Library and exome capture of patients were performed with the SureSelect Human all exon kit (Agilent v2 or v5, Santa Clara, CA) and samples were paired-end sequenced on a HiSeq2000 (Illumina, San Diego, CA). Sequences were obtained from the CNRGH (Evry, France), the Genomeast platform (Illkirch-Graffenstaden, France), or BGI (Shenzhen, China). Sequence data were aligned to the reference genome GRCh37/hg19. Analysis of NGS data and variants calling was performed as previously described [11]. We applied segregation scenarios based on the family structure (recessive homozygous/compound heterozygous, dominant, de novo, X-linked, and other specific scenarios). Filtering of variants was also based on population frequency in both the gnomAD database and an internal NGS database. Then, we used our VaRank algorithm to weight and prioritize variant [12]. For missense variants, we used in silico predictions of pathogenicity with SIFT [13] or PolyPhen[14]. For splice variants, we used splice variant predictor tools with MaxEntScan [15], NNSplice [16], and Splice Site Finder [17]. For a subset of synonymous, canonical or non-canonical splice site variants, RT-PCR from muscle RNA with subsequent cDNA sequencing was used to attest a pathogenic effect on exon splicing. For certain variants, a segregation study was required to determine their pathogenicity. In the absence of DNA samples from relatives, these variants were classified as candidates. Variants were classified according to the ACMG standards and guidelines [18].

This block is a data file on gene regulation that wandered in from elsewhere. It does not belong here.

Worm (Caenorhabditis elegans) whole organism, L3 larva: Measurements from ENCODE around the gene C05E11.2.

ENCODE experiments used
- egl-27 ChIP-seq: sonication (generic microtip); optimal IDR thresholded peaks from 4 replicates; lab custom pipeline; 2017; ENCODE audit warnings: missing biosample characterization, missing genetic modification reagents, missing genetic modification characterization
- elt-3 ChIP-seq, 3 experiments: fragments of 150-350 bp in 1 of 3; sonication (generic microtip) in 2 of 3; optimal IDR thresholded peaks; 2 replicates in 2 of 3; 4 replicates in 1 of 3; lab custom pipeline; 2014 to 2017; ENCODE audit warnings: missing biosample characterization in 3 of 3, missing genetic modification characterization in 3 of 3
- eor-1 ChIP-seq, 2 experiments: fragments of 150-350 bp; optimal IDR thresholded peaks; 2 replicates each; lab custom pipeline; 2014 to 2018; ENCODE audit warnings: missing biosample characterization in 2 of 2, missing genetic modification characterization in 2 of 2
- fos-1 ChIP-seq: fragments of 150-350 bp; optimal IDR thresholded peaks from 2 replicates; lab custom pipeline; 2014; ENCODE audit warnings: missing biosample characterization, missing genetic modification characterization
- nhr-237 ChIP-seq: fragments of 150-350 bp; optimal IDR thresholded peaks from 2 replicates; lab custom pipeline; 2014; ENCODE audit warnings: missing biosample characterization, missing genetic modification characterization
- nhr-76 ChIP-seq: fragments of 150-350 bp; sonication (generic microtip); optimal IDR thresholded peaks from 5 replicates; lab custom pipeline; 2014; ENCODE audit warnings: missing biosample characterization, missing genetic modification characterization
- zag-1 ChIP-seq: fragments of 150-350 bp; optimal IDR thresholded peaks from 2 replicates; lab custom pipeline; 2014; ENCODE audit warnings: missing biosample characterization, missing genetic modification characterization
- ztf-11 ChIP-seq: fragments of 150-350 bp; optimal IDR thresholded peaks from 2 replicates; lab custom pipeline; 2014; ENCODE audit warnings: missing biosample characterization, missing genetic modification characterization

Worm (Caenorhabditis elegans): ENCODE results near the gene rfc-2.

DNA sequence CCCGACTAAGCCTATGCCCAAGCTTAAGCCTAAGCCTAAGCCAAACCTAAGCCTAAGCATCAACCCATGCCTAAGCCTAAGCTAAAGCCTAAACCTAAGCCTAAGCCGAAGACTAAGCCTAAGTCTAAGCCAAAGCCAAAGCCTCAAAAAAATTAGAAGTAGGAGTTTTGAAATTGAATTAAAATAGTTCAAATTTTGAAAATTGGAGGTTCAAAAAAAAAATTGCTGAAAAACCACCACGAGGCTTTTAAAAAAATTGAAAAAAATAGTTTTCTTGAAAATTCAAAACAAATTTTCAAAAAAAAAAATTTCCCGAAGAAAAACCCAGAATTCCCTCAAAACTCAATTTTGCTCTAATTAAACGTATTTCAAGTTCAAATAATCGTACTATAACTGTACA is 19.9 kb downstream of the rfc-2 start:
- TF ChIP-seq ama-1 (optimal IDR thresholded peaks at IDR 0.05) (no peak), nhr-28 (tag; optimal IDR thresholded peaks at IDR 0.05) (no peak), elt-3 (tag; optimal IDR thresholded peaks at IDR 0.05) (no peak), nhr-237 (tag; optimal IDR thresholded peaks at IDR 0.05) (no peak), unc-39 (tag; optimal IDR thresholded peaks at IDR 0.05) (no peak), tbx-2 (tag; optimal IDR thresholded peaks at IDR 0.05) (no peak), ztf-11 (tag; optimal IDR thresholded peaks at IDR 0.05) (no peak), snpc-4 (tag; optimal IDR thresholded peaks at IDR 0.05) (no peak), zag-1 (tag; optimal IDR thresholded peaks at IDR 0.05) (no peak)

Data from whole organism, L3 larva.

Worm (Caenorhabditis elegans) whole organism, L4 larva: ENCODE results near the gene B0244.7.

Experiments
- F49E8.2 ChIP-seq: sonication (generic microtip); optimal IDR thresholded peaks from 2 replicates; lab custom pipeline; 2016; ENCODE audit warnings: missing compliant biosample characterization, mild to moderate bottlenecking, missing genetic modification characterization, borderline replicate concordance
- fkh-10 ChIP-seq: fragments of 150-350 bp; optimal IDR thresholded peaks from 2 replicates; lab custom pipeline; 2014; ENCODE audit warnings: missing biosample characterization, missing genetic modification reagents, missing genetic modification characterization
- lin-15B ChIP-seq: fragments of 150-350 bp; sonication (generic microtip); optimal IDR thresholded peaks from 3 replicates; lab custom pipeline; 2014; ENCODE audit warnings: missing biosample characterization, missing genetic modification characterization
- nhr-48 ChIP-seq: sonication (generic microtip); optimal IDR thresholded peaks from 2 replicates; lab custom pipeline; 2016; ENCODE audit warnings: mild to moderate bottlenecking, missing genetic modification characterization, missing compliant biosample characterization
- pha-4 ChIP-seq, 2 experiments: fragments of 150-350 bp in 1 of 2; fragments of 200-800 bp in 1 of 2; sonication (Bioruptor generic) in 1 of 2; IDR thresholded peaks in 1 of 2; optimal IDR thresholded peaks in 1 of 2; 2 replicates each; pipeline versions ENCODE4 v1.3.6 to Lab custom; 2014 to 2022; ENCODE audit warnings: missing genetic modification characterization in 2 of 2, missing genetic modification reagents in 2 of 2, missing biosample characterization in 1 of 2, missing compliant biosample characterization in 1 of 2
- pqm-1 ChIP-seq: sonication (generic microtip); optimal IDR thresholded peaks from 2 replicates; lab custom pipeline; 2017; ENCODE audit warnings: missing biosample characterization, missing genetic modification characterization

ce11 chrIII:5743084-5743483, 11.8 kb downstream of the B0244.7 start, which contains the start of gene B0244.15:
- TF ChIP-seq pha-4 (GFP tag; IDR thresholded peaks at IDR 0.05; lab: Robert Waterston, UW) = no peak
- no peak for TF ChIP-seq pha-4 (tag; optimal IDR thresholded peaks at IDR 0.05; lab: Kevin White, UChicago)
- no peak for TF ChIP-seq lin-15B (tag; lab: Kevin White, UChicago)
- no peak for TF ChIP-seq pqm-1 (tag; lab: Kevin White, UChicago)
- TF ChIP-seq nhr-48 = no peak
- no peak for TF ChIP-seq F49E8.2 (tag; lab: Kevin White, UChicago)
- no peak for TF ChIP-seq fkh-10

Other investigations

In case of homozygous variants, familial consanguinity was assessed using Somalier, measuring the relatedness between two DNA samples by comparing informative genetic variations [19]. When a pathogenic variant was confirmed in a known gene, the clinical and histological phenotype of the patient was compared to those already described in the OMIM database to determine if it corresponded to a novel phenotype. For novel genes, functional validation of the pathogenicity of the variants was performed using in vitro experiments to attest their impact on RNA stability, protein level, and protein functions, while in vivo models were used to demonstrate they could reproduce patient phenotypes. Protocols used and results obtained have been detailed and published in the associated papers [20,21,22,23,24,25,26,27,28,29].

Ethics